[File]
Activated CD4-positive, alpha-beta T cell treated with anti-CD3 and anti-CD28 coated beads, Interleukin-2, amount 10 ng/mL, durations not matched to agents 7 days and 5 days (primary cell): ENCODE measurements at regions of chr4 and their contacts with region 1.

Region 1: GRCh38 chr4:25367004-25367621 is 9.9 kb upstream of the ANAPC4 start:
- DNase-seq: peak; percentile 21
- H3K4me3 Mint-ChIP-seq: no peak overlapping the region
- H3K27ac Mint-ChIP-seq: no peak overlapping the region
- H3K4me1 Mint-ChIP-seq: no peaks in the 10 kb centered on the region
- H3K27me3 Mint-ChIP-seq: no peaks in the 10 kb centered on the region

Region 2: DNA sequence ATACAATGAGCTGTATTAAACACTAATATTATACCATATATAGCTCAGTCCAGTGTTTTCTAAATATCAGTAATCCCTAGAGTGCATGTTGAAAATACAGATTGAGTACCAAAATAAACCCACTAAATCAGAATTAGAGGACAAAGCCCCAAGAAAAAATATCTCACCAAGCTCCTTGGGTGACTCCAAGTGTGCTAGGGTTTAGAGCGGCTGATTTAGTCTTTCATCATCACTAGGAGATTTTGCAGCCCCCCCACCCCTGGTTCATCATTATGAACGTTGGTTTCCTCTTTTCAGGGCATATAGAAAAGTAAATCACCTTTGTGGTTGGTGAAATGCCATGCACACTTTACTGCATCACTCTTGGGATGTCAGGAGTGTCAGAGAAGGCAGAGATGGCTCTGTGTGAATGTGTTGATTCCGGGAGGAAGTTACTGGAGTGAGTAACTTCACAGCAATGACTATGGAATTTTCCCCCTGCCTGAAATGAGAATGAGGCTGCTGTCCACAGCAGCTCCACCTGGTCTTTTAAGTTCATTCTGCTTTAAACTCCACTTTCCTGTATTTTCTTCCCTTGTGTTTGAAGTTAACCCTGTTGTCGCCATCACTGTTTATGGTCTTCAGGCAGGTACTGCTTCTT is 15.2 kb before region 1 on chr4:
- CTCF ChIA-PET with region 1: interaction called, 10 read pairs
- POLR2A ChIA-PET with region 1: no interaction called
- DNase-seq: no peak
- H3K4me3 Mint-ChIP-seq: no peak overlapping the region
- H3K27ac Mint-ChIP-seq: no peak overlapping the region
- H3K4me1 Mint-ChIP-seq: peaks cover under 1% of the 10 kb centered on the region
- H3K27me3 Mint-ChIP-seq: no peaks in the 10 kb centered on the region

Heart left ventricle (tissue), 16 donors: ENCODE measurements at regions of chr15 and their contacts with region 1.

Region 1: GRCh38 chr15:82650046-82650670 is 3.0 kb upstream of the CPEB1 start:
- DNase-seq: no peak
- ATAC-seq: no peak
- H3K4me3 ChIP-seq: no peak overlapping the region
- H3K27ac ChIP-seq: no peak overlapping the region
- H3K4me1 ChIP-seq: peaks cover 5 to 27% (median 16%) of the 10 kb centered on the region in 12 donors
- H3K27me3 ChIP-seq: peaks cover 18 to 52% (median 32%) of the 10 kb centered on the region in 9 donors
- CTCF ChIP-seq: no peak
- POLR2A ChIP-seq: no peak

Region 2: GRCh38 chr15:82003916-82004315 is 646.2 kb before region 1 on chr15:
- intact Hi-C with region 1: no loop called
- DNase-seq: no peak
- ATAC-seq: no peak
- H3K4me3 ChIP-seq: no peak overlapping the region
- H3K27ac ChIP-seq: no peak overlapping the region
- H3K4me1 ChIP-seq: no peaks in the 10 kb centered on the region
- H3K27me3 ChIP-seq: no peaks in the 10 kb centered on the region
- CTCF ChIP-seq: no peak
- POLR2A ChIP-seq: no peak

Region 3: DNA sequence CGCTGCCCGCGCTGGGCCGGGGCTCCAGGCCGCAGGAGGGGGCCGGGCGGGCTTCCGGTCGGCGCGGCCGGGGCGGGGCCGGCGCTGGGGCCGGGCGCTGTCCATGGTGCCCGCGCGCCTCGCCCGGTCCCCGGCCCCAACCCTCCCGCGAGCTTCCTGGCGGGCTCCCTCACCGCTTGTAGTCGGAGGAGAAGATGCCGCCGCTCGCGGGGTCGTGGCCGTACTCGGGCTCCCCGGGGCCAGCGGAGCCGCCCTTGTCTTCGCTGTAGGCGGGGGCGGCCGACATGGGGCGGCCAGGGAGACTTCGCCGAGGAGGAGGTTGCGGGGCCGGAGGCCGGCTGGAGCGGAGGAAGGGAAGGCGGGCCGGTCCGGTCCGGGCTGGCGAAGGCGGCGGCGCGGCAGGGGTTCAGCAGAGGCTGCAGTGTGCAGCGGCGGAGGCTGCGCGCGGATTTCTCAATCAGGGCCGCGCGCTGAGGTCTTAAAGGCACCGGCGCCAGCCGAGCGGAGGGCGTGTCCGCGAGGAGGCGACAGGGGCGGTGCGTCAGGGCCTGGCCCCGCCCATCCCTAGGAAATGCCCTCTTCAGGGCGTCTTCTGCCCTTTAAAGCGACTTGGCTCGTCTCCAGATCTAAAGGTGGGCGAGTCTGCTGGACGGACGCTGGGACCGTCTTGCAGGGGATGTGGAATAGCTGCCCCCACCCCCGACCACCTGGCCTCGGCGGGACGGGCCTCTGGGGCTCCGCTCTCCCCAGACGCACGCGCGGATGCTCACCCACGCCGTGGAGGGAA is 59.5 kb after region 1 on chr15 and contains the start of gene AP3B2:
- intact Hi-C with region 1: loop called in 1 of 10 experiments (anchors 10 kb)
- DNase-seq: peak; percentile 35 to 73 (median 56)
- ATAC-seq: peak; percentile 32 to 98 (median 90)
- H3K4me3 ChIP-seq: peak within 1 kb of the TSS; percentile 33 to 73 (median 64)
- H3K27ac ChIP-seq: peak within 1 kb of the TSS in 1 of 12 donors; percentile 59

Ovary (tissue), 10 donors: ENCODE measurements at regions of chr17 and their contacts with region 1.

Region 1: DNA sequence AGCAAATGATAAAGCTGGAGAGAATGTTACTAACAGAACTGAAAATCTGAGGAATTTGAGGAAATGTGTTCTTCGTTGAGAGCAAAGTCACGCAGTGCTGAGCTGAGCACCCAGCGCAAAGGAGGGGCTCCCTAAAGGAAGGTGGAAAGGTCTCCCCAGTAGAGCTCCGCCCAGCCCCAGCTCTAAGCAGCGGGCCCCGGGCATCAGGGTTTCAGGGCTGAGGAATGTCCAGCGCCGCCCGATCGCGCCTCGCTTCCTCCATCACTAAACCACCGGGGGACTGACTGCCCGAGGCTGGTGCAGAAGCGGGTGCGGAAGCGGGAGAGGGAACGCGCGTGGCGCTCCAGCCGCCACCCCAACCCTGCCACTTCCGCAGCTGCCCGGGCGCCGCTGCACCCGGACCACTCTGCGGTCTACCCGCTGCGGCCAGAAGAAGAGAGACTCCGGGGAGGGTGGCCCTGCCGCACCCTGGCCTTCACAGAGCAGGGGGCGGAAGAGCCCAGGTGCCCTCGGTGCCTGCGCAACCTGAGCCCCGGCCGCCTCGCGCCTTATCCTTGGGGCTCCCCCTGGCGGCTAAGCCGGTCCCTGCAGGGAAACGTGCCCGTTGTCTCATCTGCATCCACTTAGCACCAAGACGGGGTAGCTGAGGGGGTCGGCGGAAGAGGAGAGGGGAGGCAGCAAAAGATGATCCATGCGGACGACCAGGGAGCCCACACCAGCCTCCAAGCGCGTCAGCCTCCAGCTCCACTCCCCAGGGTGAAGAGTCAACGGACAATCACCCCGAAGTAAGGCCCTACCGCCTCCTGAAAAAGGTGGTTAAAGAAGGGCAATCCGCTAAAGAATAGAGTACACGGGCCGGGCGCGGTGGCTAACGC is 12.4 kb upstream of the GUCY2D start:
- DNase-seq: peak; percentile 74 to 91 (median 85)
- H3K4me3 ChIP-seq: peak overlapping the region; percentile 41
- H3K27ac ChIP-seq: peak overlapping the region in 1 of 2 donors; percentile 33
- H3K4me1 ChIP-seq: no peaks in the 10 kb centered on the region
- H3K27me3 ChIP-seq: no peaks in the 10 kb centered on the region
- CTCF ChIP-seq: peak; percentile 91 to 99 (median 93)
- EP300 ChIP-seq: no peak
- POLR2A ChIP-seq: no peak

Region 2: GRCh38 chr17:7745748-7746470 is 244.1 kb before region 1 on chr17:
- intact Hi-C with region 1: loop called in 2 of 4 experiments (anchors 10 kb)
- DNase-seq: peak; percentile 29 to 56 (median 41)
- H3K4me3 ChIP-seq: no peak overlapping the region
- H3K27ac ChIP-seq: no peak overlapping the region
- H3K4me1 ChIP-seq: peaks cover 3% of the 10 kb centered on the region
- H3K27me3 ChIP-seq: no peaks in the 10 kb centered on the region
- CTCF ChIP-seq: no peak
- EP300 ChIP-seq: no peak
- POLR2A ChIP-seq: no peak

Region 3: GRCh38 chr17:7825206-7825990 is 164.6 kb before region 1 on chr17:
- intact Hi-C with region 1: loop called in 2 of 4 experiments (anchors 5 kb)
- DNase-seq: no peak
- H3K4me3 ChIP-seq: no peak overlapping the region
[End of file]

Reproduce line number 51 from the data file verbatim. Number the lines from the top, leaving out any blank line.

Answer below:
- POLR2A ChIP-seq: no peak